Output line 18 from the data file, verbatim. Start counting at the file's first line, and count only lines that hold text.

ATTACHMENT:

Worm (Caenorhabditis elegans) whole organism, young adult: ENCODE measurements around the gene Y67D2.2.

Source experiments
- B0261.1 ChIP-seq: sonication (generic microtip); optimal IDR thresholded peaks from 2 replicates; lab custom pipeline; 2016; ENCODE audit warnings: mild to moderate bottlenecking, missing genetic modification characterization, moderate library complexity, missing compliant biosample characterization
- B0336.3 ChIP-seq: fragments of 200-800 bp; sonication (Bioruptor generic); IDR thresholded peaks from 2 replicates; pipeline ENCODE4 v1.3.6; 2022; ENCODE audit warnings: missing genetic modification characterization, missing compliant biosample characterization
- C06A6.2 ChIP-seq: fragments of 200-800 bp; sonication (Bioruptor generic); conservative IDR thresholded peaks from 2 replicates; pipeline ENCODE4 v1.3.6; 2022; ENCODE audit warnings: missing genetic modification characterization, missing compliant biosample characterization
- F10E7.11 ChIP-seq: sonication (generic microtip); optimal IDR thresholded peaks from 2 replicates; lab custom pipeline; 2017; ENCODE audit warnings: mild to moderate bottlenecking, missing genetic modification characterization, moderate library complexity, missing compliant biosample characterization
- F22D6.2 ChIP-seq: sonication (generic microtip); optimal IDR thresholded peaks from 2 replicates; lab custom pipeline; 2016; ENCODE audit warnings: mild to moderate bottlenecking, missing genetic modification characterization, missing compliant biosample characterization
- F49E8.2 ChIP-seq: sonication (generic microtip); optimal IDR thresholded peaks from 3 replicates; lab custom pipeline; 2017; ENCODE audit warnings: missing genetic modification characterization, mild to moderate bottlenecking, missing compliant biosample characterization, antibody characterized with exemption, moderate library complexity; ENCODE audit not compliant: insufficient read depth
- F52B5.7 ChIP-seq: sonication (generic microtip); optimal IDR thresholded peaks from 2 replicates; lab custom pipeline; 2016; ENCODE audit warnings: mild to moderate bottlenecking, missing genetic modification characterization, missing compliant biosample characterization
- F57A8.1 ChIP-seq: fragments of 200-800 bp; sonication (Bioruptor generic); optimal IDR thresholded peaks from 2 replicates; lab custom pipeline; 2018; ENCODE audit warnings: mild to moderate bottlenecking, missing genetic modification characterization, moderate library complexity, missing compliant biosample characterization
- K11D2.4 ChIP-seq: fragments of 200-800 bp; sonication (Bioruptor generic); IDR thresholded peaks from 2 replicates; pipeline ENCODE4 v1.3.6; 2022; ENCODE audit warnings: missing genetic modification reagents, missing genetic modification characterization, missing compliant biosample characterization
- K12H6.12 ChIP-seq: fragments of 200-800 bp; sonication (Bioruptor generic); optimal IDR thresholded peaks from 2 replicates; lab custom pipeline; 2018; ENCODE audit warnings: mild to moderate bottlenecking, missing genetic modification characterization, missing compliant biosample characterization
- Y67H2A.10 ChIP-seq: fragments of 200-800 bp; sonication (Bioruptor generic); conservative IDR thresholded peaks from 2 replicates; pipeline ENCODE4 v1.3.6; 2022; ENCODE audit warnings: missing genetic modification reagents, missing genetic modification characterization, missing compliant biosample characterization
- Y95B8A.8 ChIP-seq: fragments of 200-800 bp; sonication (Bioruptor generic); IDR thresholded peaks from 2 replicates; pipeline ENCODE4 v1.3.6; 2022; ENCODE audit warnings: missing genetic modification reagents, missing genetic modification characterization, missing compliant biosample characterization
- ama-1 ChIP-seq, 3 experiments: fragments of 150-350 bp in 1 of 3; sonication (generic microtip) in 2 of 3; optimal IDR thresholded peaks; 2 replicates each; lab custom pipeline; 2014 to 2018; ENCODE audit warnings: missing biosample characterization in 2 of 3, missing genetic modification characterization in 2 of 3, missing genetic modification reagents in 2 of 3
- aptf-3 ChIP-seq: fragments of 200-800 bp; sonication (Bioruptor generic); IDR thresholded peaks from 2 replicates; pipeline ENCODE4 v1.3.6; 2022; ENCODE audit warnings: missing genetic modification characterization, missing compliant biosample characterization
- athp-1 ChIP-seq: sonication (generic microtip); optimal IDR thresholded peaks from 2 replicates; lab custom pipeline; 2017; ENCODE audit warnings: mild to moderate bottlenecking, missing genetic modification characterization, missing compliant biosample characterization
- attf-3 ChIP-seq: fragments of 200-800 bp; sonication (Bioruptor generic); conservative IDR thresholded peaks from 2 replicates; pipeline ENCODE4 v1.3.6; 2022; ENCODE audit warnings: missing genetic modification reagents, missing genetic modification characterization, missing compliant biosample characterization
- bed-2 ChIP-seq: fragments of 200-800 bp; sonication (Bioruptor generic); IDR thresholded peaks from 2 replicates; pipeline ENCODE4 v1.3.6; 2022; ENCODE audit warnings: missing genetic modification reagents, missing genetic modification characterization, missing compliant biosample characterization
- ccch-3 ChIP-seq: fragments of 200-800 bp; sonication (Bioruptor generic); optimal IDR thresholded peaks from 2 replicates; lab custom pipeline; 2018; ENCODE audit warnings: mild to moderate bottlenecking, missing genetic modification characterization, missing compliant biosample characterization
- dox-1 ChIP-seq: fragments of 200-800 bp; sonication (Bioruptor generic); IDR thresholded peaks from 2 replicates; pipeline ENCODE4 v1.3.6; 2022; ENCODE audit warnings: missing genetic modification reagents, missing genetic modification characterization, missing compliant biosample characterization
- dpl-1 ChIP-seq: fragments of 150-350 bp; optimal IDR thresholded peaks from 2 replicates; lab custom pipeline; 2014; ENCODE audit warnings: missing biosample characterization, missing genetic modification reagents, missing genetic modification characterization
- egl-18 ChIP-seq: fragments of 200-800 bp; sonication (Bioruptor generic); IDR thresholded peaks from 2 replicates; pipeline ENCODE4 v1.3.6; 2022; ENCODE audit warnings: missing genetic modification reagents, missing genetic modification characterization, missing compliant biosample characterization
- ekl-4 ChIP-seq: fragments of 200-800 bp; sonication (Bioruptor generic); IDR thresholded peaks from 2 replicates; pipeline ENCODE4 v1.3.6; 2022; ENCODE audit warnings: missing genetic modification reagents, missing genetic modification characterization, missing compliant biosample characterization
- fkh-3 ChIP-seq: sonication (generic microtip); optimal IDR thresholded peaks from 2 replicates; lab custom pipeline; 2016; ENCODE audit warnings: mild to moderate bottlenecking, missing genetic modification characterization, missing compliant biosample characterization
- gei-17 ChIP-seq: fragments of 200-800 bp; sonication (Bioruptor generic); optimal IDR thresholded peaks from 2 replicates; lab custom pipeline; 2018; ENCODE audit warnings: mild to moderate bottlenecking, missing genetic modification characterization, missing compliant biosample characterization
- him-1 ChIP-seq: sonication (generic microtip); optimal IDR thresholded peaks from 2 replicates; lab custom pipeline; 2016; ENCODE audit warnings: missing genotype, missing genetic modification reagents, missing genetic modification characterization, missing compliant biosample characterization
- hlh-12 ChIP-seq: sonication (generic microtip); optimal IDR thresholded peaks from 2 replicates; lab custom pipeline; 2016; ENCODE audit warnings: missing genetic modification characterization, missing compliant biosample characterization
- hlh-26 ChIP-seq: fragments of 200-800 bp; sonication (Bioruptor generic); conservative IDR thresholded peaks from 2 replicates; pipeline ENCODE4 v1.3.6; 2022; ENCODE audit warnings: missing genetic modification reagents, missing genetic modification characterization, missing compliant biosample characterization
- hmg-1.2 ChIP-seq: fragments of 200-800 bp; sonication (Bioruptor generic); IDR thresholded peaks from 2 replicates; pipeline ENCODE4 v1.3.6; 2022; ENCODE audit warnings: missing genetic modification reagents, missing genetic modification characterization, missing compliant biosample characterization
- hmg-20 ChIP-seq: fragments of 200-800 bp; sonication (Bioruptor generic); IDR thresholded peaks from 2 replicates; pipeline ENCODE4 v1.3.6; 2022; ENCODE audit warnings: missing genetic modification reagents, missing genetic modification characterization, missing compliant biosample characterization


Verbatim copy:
- attf-3 ChIP-seq: fragments of 200-800 bp; sonication (Bioruptor generic); conservative IDR thresholded peaks from 2 replicates; pipeline ENCODE4 v1.3.6; 2022; ENCODE audit warnings: missing genetic modification reagents, missing genetic modification characterization, missing compliant biosample characterization